Texas Requirements for an Annulment
We’ve already gone over the differences between a divorce and an annulment, and now we will venture into what the state of Texas requires to grant an annulment. As mentioned before, it takes more than just irreconciliable differences for a judge to grant an annulment. The following stipulations make a marriage potentially voidable, and therefore meet the requirements for Texas to annul your marriage. There may be other grounds, including fraud or duress, that aren’t discussed here and it’s important to remember that the reasons why one might want, or not want, an annulment are varied. Further, the grounds, while seemingly straightforward, are very fact-based and not often as clear under the law as they seem to be upon first reading. As always, it’s important to see a good family lawyer immediately if you think you might want to seek an annulment.
If you married at age 16 or older but under 18, then your parent, managing conservator, guardian, or a “next friend” can file for annulment on your behalf. However, this must be done before your 18th birthday, and, if filed by a “next friend,” it must be filed within 90 days of the wedding day.
That said, though, the Court does not have to annul a marriage under these circumstances.
Marriage Under the Influence
Have you seen The Hangover? In that movie, one of the characters was a little whacked out on roofies and alcohol and he married a total stranger at a Vegas chapel. He definitely had grounds for an annulment, and so would you if you got married while too drunk or too high to the point that you did not have the mental capacity to consent to the marriage. However, if you voluntarily moved in with your unplanned marriage partner since the wedding, you’ll need a divorce.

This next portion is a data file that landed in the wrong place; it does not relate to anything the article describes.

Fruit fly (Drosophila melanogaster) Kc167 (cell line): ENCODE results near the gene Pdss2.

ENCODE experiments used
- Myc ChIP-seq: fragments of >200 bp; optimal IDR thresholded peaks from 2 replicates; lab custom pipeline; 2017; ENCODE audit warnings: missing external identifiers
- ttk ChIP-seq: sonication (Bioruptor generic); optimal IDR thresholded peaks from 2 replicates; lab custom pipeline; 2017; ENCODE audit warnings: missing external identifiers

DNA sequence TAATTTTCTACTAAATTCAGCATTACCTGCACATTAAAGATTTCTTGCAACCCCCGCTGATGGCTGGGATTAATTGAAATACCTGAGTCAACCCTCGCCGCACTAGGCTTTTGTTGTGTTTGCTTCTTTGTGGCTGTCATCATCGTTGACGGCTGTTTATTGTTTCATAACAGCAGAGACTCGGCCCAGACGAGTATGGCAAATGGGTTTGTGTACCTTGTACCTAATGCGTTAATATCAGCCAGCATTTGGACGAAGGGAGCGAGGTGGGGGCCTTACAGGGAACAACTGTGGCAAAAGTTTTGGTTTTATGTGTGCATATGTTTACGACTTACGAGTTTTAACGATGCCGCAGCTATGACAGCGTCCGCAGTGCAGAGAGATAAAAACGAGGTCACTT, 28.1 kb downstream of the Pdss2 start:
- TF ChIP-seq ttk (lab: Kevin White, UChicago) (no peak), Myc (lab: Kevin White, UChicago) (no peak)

An Impotent Marriage Partner
If either party–yes, even women–have a physical or mental condition that prevents the happy couple from ever consummating the marriage (in other words, permanent impotency), then they can have an annulment. There are two caveats to this: 1) the other partner could not have known of the condition at the time of the marriage, and 2) the other partner cannot have voluntarily lived with the impotent party once the condition was revealed.
Marriage While Mentally Incapacitated
This follows along with rules of getting married under the influence. If you are the one with the mental incapacity, such as if you are mentally ill, you can annul the marriage if your incapacity included a lack of the ability to consent to the marriage or to understand what marriage is. If you were able to recover any capacity to realize what you did, you must move out immediately to get an annulment.
The same is true for the other party, meaning if it’s your spouse who is mentally incapacitated and you were not aware that he or she was so, you can request an annulment. Of course, you have to move out as soon as you find out that the spouse did not understand what they were doing at the time of marriage.
Marriage Too Soon After Divorce
You legally cannot get married in Texas within 30 days of your divorce. So if your spouse married you within 30 days of their divorce and you didn’t know about it AND you moved out as soon as you knew, then you can get an annulment…only if you learn all this before your first wedding anniversary.
Marriage Too Soon after Obtaining Marriage License
Here’s another Texas rule about getting married: you can’t get married within 72 hours of getting a marriage license. Again, if you find out that your spouse did so after the fact, you can request an annulment within 30 days of the marriage.
If you don’t meet any of these situations, you’ll have to opt for a divorce. Fortunately, we know a few attorneys who can help with that.